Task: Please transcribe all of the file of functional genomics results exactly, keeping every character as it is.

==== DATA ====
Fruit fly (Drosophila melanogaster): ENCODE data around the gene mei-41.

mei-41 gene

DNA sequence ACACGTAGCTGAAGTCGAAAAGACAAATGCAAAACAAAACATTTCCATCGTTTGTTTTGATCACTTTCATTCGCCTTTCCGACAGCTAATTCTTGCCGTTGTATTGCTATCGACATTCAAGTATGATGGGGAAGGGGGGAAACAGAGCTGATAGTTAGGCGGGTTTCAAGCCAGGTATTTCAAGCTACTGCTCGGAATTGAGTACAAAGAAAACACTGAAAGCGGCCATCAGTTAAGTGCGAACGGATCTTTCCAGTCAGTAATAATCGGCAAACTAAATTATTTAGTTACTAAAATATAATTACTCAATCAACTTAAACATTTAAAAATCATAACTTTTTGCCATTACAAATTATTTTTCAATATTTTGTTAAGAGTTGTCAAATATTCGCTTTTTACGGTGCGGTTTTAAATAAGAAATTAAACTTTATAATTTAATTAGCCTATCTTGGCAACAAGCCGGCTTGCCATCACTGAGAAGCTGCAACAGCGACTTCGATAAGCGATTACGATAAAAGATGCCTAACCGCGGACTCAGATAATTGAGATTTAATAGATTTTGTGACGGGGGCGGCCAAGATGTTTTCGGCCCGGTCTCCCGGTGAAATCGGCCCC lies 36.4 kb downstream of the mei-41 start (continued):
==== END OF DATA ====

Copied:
Fruit fly (Drosophila melanogaster): ENCODE data around the gene mei-41.

mei-41 gene

DNA sequence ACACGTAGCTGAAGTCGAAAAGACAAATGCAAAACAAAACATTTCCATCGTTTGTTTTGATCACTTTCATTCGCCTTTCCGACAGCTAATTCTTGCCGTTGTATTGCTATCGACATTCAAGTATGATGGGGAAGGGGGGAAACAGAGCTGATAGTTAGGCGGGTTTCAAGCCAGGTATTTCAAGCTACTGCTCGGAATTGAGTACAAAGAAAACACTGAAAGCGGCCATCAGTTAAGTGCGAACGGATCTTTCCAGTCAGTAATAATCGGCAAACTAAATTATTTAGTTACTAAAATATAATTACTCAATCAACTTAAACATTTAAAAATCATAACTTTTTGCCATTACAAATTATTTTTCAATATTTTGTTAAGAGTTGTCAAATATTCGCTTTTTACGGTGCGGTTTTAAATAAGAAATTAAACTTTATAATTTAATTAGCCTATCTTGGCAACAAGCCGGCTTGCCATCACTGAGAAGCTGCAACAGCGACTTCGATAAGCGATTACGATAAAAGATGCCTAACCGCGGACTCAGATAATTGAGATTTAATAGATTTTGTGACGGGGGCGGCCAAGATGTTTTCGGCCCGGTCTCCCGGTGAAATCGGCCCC lies 36.4 kb downstream of the mei-41 start (continued):